|Bid||274.40 x 37900|
|Ask||274.60 x 75600|
|Day's Range||268.75 - 275.35|
|52 Week Range||178.15 - 296.75|
|Beta (3Y Monthly)||0.68|
|PE Ratio (TTM)||28.43|
|Earnings Date||Nov 6, 2019|
|Forward Dividend & Yield||3.35 (1.20%)|
|1y Target Est||198.06|
Shoemaker Skechers USA Inc is expected to post earnings growth on pace with Nike Inc over the next three years, giving its relatively low valuation a chance of catching up, financial newspaper Barron's reported in its Dec. 7 edition. Analysts estimate Skechers' earnings-per-share will rise 15% this year and in 2020, and 12% in 2021. Skechers sells trainers, dress shoes, sandals and boots - a broader range than Nike - and has grown over the past 20 years to become the third-largest global footwear brand by revenue, after Nike and Adidas AG, the paper said.
Dicks Sporting Goods (NYSE: DKS ) shares skyrocketed after the retailer delivered a big third quarter earnings beat on Tuesday. The company reported a 6% comp gain, its strongest same-store sales since ...
Foot Locker, Inc. (NYSE: FL ) reported a third quarter earnings beat on Friday, but a sales miss sent shares plunging. The Analyst and Rating Cowen analyst John Kernan reiterated a Market Perform rating ...
Yoda taught us that a Jedi must have the deepest commitment, the most serious mind. But good shoes can't hurt. For that, Adidas AG (OTC: ADDYY ) in collaboration with Walt Disney Co.'s (NYSE: DIS ) Lucasfilm, ...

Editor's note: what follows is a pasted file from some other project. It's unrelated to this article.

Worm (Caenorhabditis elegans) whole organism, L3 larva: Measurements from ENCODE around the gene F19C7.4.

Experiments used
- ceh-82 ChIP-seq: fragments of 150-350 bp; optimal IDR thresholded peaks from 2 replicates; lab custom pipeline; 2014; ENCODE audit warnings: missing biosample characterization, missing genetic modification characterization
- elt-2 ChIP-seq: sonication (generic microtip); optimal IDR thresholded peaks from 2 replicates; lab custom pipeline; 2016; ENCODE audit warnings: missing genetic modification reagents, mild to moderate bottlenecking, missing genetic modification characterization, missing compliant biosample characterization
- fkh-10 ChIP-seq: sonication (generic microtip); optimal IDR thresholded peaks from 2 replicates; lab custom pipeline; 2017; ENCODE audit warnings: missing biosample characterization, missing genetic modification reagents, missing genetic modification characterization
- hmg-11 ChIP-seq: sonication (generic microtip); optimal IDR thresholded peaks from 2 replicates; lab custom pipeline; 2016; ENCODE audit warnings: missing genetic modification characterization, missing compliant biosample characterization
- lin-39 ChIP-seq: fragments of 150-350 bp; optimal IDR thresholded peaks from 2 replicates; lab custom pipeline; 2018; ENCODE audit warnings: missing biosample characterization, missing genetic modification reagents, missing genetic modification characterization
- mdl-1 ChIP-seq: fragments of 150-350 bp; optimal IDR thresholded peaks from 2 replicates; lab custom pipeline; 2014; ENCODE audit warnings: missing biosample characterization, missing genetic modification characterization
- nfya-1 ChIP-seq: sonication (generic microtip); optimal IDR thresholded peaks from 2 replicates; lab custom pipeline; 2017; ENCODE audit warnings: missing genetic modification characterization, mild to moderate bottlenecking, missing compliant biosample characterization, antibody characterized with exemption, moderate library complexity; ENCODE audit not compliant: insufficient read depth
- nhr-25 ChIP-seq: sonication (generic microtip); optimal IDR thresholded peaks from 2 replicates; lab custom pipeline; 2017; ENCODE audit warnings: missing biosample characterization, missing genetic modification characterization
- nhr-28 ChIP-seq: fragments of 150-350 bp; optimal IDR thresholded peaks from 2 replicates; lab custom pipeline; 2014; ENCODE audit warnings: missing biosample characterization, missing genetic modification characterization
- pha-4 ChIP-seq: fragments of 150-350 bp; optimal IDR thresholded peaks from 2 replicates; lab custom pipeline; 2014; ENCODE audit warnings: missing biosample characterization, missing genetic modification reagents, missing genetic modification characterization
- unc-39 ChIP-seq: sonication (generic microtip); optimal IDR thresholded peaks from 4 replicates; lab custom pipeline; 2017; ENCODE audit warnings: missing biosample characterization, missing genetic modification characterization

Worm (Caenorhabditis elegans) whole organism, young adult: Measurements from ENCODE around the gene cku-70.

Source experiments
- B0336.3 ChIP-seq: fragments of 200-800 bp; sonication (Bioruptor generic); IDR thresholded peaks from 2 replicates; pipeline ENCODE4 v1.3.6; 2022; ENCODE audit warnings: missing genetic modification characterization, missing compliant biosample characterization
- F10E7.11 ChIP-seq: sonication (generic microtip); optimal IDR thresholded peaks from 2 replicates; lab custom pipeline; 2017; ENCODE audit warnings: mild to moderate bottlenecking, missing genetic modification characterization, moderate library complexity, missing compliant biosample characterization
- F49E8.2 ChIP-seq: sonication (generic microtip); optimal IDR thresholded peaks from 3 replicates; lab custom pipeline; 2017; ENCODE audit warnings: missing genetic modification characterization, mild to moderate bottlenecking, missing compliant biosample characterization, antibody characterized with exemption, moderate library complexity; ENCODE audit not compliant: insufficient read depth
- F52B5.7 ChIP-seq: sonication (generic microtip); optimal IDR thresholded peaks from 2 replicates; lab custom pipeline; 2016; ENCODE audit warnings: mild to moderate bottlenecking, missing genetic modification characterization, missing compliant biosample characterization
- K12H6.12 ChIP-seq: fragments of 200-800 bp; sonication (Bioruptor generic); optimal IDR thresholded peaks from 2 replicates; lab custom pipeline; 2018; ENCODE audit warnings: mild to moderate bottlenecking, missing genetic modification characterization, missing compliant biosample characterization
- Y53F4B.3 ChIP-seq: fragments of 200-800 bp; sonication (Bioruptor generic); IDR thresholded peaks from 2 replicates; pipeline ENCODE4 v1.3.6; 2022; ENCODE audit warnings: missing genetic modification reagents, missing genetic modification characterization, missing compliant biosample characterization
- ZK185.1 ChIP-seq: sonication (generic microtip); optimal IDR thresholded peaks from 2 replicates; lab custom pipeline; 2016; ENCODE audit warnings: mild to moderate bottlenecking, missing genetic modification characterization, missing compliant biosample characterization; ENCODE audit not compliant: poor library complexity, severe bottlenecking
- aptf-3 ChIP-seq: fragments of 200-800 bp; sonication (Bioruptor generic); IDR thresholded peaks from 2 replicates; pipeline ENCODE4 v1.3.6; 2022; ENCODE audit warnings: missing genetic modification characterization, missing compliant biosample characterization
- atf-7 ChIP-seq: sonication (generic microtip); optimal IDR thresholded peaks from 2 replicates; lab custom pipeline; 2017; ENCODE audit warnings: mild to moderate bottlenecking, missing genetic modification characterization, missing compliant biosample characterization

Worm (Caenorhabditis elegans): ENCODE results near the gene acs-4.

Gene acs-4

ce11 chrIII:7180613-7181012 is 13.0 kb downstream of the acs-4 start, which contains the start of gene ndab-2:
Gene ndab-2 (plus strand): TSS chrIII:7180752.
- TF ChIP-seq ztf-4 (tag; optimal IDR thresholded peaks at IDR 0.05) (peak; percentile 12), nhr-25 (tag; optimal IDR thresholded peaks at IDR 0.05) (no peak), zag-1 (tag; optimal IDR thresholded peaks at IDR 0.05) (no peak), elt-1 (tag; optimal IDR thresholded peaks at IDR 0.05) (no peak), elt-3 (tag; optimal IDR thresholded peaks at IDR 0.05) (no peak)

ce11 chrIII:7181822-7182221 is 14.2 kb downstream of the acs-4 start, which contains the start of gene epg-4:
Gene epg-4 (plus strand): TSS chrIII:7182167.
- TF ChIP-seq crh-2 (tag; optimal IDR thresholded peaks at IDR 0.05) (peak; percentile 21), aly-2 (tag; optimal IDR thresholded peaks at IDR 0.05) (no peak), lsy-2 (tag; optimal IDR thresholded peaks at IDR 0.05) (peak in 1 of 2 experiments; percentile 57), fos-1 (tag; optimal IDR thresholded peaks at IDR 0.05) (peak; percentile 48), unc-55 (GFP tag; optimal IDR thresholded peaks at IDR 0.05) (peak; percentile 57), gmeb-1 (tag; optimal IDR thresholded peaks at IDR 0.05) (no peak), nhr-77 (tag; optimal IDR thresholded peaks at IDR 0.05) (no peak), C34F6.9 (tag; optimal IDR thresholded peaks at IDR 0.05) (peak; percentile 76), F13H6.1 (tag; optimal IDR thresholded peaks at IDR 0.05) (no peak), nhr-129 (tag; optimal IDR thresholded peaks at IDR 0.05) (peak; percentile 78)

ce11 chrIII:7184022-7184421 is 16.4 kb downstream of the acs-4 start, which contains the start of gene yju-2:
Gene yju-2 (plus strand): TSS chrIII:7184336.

(Bloomberg Opinion) -- Earlier this week, my Bloomberg Opinion colleague Chris Bryant examined the ongoing troubles for advanced jet engines used on today’s commercial airliners. These engines now seem to be reaching their technical limits, and as Bryant says, we may be asking too much of the technology.That’s not great news for the companies making those turbines, or for those flying the aircraft. It’s also not the best news for the climate, given the trajectory of emissions from air travel and air freight. Carbon dioxide emissions from commercial aviation made up 2.4% of global emissions in 2018 and, according to the International Council on Clean Transportation, have grown 32% in just five years.The geography of those emissions is highly concentrated. Three markets — the U.S., the European Union and China — account for more than half of all emissions; the top 10 emitters contribute more than 70% of the global total.There’s something hopeful, actually, in that geographical distribution. High concentration means that tackling emissions in just three markets can have an outsized impact, and standards set in those large markets are easy for others to follow. There’s another aspect to the distribution of aviation emissions that’s worth examining: emissions by type of aircraft. Bryant writes of problems with engines on both widebody and narrowbody aircraft: the Rolls-Royce Holdings Plc Trent 1000 engines used on the widebody Boeing Co. 787, and United Technologies Corp. subsidiary Pratt & Whitney’s geared turbofan used on the narrowbody Airbus SE A320neo. While widebody aircraft make up one-third of global emissions, narrowbody and regional passenger plans are almost half. If the turbines used to propel the largest and longest-range of aircraft are approaching technical limits but almost half of emissions are from shorter-range and smaller aircraft, then there’s space to innovate, for emissions’ sake, at the short and small end. And that space looks electric and hybrid. Next month, Vancouver-based Harbour Air will fly its first electric seaplane, a De Havilland DHC-2 Beaver prototype retrofitted with a propulsion system from Seattle-based electric aviation company MagniX. It’s a first look at what electric commercial flight could be, and as it draws upon a sophisticated, global and continually improving network of battery makers while the cost of batteries continues to decrease, it has room to grow. “Because of airborne mobility development, this technology is unstoppable, and it’s getting more practical as every day goes by,” says Greg McDougall, Harbour Air’s CEO. “The brainpower and money involved is snowballing, and there’s no doubt we can roll out what we’re doing to other small airlines.” It’s an infectious enthusiasm, but it just might take to the air elsewhere, too. Weekend readingThe Qantas Group plans to reach net zero carbon emissions by 2050. Meanwhile, Formula 1 plans to reach that milestone by 2030. Ferrari says its new Roma coupe is inspired by the postwar Eternal City. It’s a bit of a step up from the Vespas and Topolinos of the film “Roman Holiday.” The European Investment Bank will not consider new financing of unabated fossil fuels, including natural gas, after 2021. Sweden’s Riksbank is selling bonds issued by the Canadian province of Alberta and the Australian states of Queensland and Western Australia due to those areas’ large climate impacts. How Australia’s big businesses saw the climate turning point coming. The world’s biggest gun has helped solve a long-standing space mystery: the risk that orbiting microdebris poses to satellites. Weather-tech startup Understory is selling Hail Safe, an insurance product that protects auto dealers from hailstorm damages. Think tank Macro Polo’s deep dive into the organic light-emitting diode (OLED) supply chain in East Asia. Adidas has abandoned its robot factory experiment. Open-source code will survive the apocalypse in an Arctic cave. Silicon Valley’s Singularity University is cutting staff, and its CEO is stepping down. Elon Musk’s keep-it-in-the-family deal for SolarCity has become the top threat to Tesla Inc.’s future. The new dot-com bubble is here: It’s called online advertising. Designer Iris van Herpen’s work is inspired by the Large Hadron Collider. A fascinating look at how American brands became indelibly Japanese. In data journalism, technology still matters less than people. The coming age of generative biology. Get Sparklines delivered to your inbox. Sign up here. And subscribe to Bloomberg All Access and get much, much more. You’ll receive our unmatched global news coverage and two in-depth daily newsletters, the Bloomberg Open and the Bloomberg Close.To contact the author of this story: Nathaniel Bullard at email@example.comTo contact the editor responsible for this story: Brooke Sample at firstname.lastname@example.orgThis column does not necessarily reflect the opinion of the editorial board or Bloomberg LP and its owners.Nathaniel Bullard is a BloombergNEF energy analyst, covering technology and business model innovation and system-wide resource transitions.For more articles like this, please visit us at bloomberg.com/opinion©2019 Bloomberg L.P.